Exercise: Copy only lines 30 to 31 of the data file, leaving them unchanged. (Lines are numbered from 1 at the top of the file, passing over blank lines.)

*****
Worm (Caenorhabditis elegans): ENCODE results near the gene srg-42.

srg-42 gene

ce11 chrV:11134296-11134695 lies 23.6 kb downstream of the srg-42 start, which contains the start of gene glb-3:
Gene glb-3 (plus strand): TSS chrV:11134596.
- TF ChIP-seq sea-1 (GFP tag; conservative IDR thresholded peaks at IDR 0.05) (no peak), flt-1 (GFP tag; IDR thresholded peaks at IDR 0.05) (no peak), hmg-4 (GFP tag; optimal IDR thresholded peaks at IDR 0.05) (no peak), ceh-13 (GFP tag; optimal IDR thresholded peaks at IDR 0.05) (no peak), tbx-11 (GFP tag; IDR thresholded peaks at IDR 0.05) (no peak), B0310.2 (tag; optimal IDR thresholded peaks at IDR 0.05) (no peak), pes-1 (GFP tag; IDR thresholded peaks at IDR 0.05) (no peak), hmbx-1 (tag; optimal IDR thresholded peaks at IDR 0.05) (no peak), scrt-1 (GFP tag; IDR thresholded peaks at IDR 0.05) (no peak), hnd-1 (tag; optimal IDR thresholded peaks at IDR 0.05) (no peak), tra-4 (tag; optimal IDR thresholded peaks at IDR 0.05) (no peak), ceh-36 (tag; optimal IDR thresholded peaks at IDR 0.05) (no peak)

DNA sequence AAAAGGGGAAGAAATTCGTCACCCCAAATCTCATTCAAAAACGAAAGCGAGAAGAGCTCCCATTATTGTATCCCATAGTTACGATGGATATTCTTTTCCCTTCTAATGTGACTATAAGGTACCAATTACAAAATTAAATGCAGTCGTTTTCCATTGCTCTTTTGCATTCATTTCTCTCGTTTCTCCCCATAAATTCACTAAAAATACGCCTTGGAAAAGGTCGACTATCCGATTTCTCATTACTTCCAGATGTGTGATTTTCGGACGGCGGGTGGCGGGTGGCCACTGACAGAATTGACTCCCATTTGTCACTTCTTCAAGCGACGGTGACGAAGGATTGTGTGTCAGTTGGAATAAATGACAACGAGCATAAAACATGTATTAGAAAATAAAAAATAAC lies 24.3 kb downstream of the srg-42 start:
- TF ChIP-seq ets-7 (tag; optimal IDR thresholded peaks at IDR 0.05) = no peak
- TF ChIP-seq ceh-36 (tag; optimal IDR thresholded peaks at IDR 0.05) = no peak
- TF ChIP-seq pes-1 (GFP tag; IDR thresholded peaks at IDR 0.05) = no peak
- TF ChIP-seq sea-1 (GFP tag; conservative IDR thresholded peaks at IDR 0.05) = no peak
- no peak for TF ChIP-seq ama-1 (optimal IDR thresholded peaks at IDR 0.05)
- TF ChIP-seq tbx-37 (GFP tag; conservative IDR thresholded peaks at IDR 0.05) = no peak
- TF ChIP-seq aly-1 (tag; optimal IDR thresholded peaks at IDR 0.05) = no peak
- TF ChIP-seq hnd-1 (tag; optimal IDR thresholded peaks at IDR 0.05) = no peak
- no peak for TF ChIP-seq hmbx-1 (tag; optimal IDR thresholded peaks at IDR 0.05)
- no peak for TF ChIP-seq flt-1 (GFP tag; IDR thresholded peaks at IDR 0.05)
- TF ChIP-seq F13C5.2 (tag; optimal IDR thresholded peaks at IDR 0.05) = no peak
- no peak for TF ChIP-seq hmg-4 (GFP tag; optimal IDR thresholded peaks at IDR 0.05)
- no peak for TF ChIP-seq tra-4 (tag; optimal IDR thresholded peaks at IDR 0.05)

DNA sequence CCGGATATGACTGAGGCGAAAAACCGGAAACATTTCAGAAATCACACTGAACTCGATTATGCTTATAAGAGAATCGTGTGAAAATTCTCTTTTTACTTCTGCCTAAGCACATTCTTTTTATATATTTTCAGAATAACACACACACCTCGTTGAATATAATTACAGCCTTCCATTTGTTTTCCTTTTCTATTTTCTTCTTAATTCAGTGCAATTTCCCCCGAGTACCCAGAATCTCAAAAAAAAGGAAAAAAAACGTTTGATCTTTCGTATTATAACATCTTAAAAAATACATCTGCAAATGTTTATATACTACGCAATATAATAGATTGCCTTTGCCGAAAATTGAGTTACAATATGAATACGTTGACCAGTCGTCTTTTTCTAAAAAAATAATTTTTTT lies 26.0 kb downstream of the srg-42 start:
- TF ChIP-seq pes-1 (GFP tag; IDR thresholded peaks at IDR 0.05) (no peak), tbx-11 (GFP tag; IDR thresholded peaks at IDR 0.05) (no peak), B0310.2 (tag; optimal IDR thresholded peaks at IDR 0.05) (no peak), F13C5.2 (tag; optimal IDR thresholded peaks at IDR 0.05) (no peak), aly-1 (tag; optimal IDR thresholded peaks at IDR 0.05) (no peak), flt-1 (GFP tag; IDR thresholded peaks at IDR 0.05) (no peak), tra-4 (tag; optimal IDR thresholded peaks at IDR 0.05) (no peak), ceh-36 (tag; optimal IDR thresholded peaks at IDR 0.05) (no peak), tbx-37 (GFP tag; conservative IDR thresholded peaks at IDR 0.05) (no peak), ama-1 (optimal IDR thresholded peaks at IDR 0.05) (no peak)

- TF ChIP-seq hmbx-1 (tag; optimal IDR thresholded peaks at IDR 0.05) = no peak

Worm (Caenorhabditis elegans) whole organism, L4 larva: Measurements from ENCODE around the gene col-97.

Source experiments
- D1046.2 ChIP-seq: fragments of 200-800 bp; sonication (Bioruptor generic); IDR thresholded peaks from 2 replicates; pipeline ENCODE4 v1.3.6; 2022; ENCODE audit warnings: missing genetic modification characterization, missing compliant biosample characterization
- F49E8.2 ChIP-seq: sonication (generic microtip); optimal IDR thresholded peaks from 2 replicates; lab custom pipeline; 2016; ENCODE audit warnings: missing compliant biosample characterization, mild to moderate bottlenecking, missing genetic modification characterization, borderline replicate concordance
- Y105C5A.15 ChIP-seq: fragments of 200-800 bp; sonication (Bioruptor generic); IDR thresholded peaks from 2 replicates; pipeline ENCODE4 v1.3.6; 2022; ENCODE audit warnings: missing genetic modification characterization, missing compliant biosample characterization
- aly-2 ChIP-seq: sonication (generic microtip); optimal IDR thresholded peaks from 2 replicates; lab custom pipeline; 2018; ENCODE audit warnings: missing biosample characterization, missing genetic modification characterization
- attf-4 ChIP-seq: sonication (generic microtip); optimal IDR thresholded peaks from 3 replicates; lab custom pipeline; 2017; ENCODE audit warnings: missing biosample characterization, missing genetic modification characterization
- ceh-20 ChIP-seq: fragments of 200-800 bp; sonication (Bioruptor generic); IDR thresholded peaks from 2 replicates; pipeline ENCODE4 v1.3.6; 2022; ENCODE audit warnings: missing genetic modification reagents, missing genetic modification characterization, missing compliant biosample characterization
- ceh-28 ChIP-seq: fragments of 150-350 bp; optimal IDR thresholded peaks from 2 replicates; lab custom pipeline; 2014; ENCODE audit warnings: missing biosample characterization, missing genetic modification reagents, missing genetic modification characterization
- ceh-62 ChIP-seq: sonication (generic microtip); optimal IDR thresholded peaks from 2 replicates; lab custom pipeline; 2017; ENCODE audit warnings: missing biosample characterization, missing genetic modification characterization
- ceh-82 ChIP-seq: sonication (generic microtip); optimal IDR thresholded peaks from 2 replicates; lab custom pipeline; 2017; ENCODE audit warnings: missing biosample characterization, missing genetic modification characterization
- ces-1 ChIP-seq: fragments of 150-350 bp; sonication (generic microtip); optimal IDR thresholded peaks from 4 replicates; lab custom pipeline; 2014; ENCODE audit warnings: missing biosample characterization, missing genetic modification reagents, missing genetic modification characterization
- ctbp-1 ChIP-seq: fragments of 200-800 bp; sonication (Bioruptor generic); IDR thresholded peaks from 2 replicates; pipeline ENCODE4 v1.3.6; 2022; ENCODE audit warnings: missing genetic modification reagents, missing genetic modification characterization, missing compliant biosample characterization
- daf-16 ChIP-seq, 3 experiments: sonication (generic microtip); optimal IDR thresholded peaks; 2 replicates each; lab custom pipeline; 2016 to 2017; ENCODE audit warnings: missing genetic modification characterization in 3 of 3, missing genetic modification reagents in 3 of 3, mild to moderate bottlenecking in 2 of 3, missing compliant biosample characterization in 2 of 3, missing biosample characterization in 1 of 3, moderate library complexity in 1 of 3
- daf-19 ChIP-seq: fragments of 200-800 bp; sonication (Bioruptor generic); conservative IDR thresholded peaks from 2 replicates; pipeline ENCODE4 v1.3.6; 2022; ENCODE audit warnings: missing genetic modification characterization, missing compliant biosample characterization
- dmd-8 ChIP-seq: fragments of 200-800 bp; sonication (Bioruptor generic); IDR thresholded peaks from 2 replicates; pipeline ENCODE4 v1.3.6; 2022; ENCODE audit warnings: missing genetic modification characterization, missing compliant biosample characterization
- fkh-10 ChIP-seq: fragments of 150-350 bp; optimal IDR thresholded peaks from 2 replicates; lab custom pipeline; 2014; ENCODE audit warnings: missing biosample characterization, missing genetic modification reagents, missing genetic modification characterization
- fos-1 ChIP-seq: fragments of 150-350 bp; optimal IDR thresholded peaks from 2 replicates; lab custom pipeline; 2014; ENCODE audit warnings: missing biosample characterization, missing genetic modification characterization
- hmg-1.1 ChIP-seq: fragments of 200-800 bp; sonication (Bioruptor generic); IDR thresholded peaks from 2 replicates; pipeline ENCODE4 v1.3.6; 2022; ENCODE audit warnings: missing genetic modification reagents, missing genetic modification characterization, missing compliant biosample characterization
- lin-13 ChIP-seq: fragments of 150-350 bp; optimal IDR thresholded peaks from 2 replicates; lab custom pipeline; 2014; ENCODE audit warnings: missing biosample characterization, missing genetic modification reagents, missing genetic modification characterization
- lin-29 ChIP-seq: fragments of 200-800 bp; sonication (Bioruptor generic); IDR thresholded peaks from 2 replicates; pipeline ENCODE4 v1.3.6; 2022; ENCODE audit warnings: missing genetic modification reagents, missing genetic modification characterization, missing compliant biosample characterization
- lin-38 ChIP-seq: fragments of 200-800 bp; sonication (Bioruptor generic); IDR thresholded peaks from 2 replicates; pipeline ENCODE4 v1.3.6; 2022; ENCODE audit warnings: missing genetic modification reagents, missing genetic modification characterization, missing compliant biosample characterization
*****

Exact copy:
- ceh-20 ChIP-seq: fragments of 200-800 bp; sonication (Bioruptor generic); IDR thresholded peaks from 2 replicates; pipeline ENCODE4 v1.3.6; 2022; ENCODE audit warnings: missing genetic modification reagents, missing genetic modification characterization, missing compliant biosample characterization
- ceh-28 ChIP-seq: fragments of 150-350 bp; optimal IDR thresholded peaks from 2 replicates; lab custom pipeline; 2014; ENCODE audit warnings: missing biosample characterization, missing genetic modification reagents, missing genetic modification characterization